AffiliationUniv Arizona, Wyant Coll Opt Sci
MetadataShow full item record
PublisherSPIE-INT SOC OPTICAL ENGINEERING
CitationGaston Baudat, John B. Hayes, "A star-test wavefront sensor using neural network analysis," Proc. SPIE 11490, Interferometry XX, 114900U (21 August 2020); https://doi.org/10.1117/12.2568018
Rights© 2020 SPIE.
Collection InformationThis item from the UA Faculty Publications collection is made available by the University of Arizona with support from the University of Arizona Libraries. If you have questions, please contact us at firstname.lastname@example.org.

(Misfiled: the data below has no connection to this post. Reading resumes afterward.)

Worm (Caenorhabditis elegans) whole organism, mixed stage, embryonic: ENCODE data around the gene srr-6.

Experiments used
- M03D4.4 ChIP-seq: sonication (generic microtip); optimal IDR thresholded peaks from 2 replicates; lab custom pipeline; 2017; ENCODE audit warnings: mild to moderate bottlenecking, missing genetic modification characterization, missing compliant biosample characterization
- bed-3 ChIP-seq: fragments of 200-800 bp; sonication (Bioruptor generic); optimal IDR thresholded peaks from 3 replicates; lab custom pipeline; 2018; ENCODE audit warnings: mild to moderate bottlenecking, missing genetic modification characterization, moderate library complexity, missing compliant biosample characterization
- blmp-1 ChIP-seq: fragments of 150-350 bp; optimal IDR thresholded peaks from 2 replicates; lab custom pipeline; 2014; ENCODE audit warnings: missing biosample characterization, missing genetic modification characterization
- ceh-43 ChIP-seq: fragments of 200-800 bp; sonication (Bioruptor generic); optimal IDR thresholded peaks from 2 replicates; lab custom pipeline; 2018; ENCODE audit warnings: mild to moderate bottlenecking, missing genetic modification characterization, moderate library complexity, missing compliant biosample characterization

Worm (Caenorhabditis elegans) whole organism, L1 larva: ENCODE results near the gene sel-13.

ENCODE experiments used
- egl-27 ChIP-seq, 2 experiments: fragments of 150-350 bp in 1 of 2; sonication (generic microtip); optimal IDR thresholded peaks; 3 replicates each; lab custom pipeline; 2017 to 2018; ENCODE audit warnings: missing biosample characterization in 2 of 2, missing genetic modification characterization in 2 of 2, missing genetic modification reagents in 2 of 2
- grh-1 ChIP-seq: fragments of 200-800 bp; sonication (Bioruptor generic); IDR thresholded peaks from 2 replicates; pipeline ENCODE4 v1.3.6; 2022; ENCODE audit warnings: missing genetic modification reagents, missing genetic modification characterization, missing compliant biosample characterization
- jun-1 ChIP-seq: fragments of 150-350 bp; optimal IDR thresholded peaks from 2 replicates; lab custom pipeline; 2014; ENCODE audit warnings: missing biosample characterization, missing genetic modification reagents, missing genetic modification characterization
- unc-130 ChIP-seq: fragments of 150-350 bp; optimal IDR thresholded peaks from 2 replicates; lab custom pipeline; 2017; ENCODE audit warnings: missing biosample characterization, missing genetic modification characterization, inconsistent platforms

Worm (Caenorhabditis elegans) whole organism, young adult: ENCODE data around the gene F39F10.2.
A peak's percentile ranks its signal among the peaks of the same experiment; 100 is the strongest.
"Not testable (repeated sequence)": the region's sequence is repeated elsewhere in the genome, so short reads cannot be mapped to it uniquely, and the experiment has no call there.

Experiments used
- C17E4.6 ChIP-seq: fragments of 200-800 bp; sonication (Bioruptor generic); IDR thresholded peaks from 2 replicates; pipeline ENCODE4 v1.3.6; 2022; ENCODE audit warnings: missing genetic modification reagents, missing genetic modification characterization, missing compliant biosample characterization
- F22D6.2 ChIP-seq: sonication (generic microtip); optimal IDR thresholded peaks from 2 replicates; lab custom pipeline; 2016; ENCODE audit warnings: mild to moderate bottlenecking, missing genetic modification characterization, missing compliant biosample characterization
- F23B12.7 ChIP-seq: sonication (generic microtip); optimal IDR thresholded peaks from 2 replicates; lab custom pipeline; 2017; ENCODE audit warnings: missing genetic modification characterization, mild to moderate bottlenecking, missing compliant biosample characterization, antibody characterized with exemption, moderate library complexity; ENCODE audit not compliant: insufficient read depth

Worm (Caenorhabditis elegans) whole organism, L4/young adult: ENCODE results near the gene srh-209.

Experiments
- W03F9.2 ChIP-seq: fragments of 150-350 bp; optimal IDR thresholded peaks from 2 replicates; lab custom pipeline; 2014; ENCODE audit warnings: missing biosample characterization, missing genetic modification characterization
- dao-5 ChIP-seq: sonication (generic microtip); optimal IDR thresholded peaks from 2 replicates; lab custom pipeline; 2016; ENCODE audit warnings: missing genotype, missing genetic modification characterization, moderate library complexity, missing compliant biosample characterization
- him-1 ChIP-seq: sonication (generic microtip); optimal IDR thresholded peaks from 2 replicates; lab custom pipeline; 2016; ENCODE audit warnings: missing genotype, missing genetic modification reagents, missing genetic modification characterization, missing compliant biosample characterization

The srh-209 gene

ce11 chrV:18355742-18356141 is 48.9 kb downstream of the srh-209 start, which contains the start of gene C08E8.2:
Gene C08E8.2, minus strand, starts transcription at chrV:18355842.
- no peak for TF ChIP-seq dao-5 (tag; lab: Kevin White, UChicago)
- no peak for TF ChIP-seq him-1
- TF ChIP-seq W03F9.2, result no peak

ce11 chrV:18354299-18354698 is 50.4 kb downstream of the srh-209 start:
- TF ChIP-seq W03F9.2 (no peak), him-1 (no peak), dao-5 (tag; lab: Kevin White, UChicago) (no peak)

AbstractWe describe a new, simple wavefront sensing method that uses a single measurement of a defocused star and a neural network to determine low-order wavefront components. The neural net is trained on computed diffracted star image data at 640 nm to output annular Zernike terms for an obscured circular aperture over a discrete range of all values. In the context of an actual star, the neural-net also provides the Fried's parameter as an estimation of atmospheric turbulence. It is shown that the neural-net can produce a robust, high accuracy solution of the wavefront based on a single measurement. The method can also be used to simultaneously determine both on-axis and field-dependent wavefront performance from a single measurement of stars throughout the field. The prototype system can run at a rate of about 1 Hz with Python interpreted code, but higher speeds, up to video rates, are possible with compilation, proper hardware and optimization. This technique is particularly useful for low-order active-optics control and for optical alignment. A key advantage of this new method is that it only requires a single camera making it a simple cost-effective solution that can take advantage of an existing camera that may already be in an optical system. Results for this method are compared to high-precision interferometric data taken with a 4D Technology, PhaseCam interferometer and with an Innovations Foresight StarWave Shack Hartmann sensor from ALCOR SYSTEM under well-controlled conditions to validate performance. We also look at how the system has been implemented to use starlight for aligning multiple mirror telescopes in the presence of atmospheric seeing.
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